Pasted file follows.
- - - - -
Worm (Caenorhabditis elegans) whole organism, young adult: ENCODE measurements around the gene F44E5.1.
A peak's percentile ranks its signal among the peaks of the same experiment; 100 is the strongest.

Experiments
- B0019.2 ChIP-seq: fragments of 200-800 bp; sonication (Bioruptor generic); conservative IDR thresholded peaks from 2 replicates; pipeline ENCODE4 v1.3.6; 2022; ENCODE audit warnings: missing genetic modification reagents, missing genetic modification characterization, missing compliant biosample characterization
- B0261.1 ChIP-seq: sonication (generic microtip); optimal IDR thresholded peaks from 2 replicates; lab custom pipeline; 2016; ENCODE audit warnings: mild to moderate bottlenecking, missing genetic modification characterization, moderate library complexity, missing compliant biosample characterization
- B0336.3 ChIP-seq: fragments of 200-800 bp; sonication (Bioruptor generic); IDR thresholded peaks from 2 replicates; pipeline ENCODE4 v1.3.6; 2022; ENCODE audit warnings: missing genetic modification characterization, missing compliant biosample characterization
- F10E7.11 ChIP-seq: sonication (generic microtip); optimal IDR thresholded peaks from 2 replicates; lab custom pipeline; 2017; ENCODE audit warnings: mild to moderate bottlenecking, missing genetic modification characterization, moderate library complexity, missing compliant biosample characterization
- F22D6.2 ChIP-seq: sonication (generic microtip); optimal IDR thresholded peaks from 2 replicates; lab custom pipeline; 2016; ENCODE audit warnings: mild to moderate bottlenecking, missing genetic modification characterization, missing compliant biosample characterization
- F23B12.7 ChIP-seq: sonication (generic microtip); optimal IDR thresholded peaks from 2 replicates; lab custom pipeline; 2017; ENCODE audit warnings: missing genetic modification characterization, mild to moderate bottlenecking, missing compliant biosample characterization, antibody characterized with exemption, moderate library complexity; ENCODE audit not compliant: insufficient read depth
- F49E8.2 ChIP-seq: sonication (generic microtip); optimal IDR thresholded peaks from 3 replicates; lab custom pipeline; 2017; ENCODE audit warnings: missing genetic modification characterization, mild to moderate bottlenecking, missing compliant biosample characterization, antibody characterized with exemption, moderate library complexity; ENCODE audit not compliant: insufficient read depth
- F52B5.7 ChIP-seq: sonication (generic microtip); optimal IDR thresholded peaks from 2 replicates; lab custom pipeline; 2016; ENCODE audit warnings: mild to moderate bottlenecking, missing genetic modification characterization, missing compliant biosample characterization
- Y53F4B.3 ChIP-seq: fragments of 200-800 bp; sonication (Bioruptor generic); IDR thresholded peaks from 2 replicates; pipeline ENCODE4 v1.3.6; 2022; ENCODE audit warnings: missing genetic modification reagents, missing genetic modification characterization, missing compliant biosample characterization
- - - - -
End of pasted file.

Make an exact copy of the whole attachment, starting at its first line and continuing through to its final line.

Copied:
Worm (Caenorhabditis elegans) whole organism, young adult: ENCODE measurements around the gene F44E5.1.
A peak's percentile ranks its signal among the peaks of the same experiment; 100 is the strongest.

Experiments
- B0019.2 ChIP-seq: fragments of 200-800 bp; sonication (Bioruptor generic); conservative IDR thresholded peaks from 2 replicates; pipeline ENCODE4 v1.3.6; 2022; ENCODE audit warnings: missing genetic modification reagents, missing genetic modification characterization, missing compliant biosample characterization
- B0261.1 ChIP-seq: sonication (generic microtip); optimal IDR thresholded peaks from 2 replicates; lab custom pipeline; 2016; ENCODE audit warnings: mild to moderate bottlenecking, missing genetic modification characterization, moderate library complexity, missing compliant biosample characterization
- B0336.3 ChIP-seq: fragments of 200-800 bp; sonication (Bioruptor generic); IDR thresholded peaks from 2 replicates; pipeline ENCODE4 v1.3.6; 2022; ENCODE audit warnings: missing genetic modification characterization, missing compliant biosample characterization
- F10E7.11 ChIP-seq: sonication (generic microtip); optimal IDR thresholded peaks from 2 replicates; lab custom pipeline; 2017; ENCODE audit warnings: mild to moderate bottlenecking, missing genetic modification characterization, moderate library complexity, missing compliant biosample characterization
- F22D6.2 ChIP-seq: sonication (generic microtip); optimal IDR thresholded peaks from 2 replicates; lab custom pipeline; 2016; ENCODE audit warnings: mild to moderate bottlenecking, missing genetic modification characterization, missing compliant biosample characterization
- F23B12.7 ChIP-seq: sonication (generic microtip); optimal IDR thresholded peaks from 2 replicates; lab custom pipeline; 2017; ENCODE audit warnings: missing genetic modification characterization, mild to moderate bottlenecking, missing compliant biosample characterization, antibody characterized with exemption, moderate library complexity; ENCODE audit not compliant: insufficient read depth
- F49E8.2 ChIP-seq: sonication (generic microtip); optimal IDR thresholded peaks from 3 replicates; lab custom pipeline; 2017; ENCODE audit warnings: missing genetic modification characterization, mild to moderate bottlenecking, missing compliant biosample characterization, antibody characterized with exemption, moderate library complexity; ENCODE audit not compliant: insufficient read depth
- F52B5.7 ChIP-seq: sonication (generic microtip); optimal IDR thresholded peaks from 2 replicates; lab custom pipeline; 2016; ENCODE audit warnings: mild to moderate bottlenecking, missing genetic modification characterization, missing compliant biosample characterization
- Y53F4B.3 ChIP-seq: fragments of 200-800 bp; sonication (Bioruptor generic); IDR thresholded peaks from 2 replicates; pipeline ENCODE4 v1.3.6; 2022; ENCODE audit warnings: missing genetic modification reagents, missing genetic modification characterization, missing compliant biosample characterization